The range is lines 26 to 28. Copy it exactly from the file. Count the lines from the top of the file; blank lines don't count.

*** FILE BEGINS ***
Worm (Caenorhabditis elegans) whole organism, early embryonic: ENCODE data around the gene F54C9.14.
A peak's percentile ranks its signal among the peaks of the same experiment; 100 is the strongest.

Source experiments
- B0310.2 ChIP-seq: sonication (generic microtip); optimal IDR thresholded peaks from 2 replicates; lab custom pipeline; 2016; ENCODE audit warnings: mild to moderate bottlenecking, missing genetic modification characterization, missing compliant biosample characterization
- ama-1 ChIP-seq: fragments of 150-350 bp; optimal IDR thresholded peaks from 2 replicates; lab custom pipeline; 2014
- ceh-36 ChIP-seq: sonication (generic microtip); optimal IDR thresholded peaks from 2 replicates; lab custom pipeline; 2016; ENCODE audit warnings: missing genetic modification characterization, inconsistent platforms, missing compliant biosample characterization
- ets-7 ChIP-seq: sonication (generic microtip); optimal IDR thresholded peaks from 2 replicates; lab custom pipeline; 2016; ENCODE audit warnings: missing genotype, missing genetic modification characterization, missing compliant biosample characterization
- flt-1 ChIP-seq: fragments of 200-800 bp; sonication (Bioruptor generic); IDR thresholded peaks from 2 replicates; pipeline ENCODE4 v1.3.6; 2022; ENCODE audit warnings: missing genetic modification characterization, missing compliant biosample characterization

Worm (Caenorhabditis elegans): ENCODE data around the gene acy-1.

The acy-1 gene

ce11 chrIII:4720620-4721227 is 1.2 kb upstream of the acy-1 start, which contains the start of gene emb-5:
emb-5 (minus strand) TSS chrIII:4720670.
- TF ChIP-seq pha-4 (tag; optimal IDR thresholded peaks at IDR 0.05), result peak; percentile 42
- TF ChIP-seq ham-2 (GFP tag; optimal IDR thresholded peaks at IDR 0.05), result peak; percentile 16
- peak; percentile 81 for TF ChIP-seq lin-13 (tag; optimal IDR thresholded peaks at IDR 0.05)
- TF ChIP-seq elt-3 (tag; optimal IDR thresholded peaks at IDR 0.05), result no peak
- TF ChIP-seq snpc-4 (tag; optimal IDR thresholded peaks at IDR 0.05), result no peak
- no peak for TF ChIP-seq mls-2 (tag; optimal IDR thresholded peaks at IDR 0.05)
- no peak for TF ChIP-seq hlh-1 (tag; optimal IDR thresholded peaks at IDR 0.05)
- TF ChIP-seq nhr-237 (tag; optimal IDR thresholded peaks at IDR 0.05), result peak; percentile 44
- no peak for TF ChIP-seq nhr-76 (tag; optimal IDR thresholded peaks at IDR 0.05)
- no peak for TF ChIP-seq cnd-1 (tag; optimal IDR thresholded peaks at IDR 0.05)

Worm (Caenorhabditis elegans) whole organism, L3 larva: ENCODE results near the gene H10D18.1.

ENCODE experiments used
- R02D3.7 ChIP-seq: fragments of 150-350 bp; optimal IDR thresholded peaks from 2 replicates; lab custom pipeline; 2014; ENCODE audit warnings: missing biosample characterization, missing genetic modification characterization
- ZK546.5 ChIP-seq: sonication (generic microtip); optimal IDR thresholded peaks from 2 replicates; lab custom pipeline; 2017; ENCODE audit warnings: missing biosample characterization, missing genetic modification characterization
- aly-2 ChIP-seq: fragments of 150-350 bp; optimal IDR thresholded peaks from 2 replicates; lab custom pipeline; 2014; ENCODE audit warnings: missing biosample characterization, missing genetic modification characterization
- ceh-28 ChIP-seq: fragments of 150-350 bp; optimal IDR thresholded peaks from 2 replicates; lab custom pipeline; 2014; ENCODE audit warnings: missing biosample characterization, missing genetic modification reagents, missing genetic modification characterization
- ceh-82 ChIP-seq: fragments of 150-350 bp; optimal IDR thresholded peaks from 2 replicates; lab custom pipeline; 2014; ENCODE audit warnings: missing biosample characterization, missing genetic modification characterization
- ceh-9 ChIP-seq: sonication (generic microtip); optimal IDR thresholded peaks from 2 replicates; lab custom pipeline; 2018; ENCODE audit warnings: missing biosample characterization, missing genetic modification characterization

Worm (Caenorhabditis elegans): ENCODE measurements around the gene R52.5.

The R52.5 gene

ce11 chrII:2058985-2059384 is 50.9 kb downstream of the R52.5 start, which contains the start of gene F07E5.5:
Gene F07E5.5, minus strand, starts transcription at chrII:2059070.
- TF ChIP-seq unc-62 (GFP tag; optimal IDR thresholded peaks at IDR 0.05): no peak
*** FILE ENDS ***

- ZK546.5 ChIP-seq: sonication (generic microtip); optimal IDR thresholded peaks from 2 replicates; lab custom pipeline; 2017; ENCODE audit warnings: missing biosample characterization, missing genetic modification characterization
- aly-2 ChIP-seq: fragments of 150-350 bp; optimal IDR thresholded peaks from 2 replicates; lab custom pipeline; 2014; ENCODE audit warnings: missing biosample characterization, missing genetic modification characterization
- ceh-28 ChIP-seq: fragments of 150-350 bp; optimal IDR thresholded peaks from 2 replicates; lab custom pipeline; 2014; ENCODE audit warnings: missing biosample characterization, missing genetic modification reagents, missing genetic modification characterization